The Future of Earthquake Impact Estimation

David J. Wald
Geophysicist, U.S. Geological Survey, National Earthquake Information Center, Golden, USA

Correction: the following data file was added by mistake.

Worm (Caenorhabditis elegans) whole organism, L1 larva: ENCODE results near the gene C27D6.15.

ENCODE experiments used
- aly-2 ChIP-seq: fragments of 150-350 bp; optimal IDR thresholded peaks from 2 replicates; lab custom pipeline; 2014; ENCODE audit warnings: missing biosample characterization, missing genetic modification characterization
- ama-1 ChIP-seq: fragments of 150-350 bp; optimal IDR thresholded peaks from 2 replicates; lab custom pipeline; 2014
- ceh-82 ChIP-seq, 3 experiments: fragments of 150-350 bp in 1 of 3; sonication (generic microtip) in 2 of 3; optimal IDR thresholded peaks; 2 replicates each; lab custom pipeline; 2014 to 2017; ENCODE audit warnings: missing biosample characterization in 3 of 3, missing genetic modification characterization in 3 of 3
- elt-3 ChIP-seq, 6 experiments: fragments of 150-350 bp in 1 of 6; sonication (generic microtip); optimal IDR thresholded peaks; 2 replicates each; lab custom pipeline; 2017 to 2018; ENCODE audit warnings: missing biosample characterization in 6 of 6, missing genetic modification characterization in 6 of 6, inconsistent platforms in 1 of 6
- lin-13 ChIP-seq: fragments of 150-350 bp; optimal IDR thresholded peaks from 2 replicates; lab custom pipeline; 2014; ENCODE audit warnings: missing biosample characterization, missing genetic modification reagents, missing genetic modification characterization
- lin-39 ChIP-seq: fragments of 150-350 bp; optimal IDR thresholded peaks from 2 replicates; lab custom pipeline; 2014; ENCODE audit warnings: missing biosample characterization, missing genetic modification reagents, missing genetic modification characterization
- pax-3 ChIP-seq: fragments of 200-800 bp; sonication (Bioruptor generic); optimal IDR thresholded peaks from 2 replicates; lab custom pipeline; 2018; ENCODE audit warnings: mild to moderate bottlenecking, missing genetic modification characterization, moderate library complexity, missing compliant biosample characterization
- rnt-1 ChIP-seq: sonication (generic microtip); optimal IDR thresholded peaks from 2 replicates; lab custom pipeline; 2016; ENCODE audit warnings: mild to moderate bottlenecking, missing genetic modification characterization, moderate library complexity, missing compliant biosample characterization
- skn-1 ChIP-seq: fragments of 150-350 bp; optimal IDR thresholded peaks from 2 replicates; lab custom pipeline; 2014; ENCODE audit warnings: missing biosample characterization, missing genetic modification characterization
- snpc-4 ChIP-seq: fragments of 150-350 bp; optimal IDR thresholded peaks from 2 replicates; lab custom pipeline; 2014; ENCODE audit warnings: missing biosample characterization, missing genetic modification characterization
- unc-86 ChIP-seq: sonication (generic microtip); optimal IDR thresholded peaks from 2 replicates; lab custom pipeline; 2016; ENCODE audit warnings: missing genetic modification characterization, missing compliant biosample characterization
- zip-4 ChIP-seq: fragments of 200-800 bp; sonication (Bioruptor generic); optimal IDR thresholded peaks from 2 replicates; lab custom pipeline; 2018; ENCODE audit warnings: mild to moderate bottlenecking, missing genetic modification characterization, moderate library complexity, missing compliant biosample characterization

Impact estimation requires consideration of uncertain models and data sources since the main components—namely shaking, exposure, and vulnerabilities—entail inherent uncertainties. Since actionable response or planning requires confidence in our results, improvements in our loss calculations will require continued seismological and engineering collaboration and expanded tools to reduce modeling uncertainties. Further advancements in remote sensing, rapid in-situ monitoring and impact reporting integrated with machine learning strategies will allow for data-fusion that integrates existing loss and secondary hazard models to significantly improve the accuracy and spatial resolution of rapid shaking and loss estimates. In addition, some key new contributing datasets could radically improve our loss estimate capabilities, including global building footprints and inventories, better macroseismic constraints, early reports of fatalities for Bayesian updating, and structural health monitoring. Many of the same tools and strategies needed for real-time loss estimates are also applicable for long-term loss and risk assessments.